Cathy gritted her teeth, a headache pounding against her temples.

It’s not fair, it’s not fair, it’s not fair!

The phone rang on, oblivious to Cathy’s rising fury.

Snarling Cathy leapt up and stomped over to the phone. She grabbed it.

“What do you want!?” She growled into the receiver.

There was a pregnant silence. Then came a voice, a curiously soft and high-pitched voice. It was gentle yet dripping with malice and mocking laughter. It brushed her ear in a way that reminded her of when her ex-boyfriend used to kiss her neck. It felt wriggly and wet as it slid down her ear and crawled into her brain. It made the flesh on Cathy’s arms crawl. Suddenly her T.V. show sounded like it was coming from a long way away.

“Do you love your daughter?’ hissed The Voice at the end of the line. Cathy’s head spun. What? What kind of messed up question was that?

“Who-“

“Do you love your daughter?” repeated the Voice. “How much do you love her?”

Cathy was getting annoyed now. This wasn’t funny in the slightest.

“I think you-” she started to say.

“Would you die for her? Would you kill for her?” The Voice rasped, panting softly, a perverse lilt in its tongue.

Cathy’s head throbbed. She was confused and now more than a little frightened. At first, she’d believed it might be some sort of twisted prank call from one of her friends but now she realised this was far too sinister, even for them. The three (or four) glasses of wine she’d finished earlier weren’t making this strange conversation any easier to follow.

“Do you love your daughter?” asked The Voice.

“Of course, I love her,” snarled Cathy, “now who the f-“

The Voice at the end of the line burst into a cold, cruel cackle, full of the promise of torment and darkness. It didn’t sound like the laugh of a mere human but of something dark and malevolent and far more dangerous. It made her head burn and the hairs on the back of her neck quiver. Images flashed through Cathy’s mind; she could not say how but she knew that somehow The Voice was showing them to her. Feeding fragments of its evil mind into hers. Rummaging its fingers through her memories and throwing in a few of its own for good measure.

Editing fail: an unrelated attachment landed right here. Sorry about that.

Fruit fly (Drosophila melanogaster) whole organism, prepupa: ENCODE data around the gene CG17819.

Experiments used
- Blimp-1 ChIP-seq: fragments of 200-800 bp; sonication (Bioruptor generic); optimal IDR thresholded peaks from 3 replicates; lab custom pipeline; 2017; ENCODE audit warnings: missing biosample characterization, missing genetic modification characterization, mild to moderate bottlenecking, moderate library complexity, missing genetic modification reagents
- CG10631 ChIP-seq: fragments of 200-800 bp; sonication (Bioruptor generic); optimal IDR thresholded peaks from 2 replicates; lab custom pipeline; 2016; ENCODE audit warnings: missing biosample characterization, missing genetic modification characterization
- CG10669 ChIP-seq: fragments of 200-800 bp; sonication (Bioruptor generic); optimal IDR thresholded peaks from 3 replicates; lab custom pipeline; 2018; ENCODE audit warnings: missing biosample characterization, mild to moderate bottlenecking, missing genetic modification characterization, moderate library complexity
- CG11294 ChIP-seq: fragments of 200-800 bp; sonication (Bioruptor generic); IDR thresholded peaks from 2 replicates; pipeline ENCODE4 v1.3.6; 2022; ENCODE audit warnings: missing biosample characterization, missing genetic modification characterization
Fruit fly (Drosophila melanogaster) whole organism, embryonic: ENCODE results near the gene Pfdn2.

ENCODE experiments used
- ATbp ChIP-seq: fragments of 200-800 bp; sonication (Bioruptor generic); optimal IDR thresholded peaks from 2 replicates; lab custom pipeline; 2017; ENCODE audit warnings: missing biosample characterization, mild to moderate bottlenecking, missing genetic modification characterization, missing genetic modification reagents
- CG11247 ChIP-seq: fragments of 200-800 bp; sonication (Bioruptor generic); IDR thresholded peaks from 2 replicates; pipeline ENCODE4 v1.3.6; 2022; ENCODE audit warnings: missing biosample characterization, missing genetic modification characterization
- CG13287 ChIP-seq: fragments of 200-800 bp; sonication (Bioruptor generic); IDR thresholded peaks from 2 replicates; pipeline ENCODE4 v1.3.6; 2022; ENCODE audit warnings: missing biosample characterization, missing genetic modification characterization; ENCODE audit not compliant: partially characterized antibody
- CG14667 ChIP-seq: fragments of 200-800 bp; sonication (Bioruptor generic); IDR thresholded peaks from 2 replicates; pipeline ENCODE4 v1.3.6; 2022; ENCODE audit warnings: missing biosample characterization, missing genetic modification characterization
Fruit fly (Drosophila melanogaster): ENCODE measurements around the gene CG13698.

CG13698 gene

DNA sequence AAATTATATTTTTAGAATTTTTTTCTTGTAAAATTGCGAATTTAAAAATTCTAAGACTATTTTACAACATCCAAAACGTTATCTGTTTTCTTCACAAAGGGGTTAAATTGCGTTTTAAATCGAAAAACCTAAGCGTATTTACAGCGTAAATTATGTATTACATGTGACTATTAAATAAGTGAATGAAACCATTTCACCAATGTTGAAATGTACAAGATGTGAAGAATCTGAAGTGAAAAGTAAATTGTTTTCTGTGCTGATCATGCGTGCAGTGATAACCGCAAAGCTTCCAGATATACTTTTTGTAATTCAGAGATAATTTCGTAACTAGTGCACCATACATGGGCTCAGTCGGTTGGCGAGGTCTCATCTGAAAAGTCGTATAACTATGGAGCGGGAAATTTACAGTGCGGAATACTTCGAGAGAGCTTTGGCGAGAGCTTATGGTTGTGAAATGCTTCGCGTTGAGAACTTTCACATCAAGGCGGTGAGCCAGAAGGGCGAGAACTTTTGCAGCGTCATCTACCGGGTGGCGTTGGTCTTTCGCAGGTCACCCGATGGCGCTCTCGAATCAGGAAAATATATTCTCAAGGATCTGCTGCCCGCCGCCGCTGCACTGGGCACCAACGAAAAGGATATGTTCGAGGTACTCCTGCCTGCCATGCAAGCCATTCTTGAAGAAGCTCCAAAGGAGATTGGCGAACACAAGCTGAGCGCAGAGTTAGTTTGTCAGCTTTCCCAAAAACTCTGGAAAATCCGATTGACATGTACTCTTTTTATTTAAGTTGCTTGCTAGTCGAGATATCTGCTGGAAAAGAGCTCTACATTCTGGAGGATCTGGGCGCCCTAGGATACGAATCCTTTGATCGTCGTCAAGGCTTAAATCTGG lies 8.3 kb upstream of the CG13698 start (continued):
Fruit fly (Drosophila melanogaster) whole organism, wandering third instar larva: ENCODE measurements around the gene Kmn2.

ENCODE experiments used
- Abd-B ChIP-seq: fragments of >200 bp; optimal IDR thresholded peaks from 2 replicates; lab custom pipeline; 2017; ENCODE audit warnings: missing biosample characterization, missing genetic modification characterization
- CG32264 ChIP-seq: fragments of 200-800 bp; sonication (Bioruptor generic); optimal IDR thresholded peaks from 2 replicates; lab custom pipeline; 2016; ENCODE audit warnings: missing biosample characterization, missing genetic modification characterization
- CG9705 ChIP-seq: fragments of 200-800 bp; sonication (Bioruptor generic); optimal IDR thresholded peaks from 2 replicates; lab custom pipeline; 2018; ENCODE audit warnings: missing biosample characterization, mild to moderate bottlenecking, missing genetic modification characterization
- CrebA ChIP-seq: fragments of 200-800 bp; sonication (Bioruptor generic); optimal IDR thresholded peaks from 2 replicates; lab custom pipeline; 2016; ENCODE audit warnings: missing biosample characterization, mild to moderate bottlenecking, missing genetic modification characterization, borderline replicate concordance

The image of a pit of corpses writhing in pain.

A smiling face.

A baby’s cry.

A cocked ear.

A movement hidden under the veil of night.

A window left carelessly open.

“Then why…” chuckled The Voice at the end of the line, “did you not answer her cries…?”

And that was when Cathy realised, with a growing sense of dread, that her daughter had been silent for a long time.


This short story is the FIRST in our Five Nights of Horror series, bringing you tales to make you brick yourself right up to Halloween. We’ll see you tomorrow

About The Author

Rhys Clark

I am an English and Theatre Studies student at the University of Warwick. I particularly enjoy dystopian literature and political satire. My influences as a writer are George Orwell, Christopher Hitchens, Kurt Vonnegut and Harold Pinter.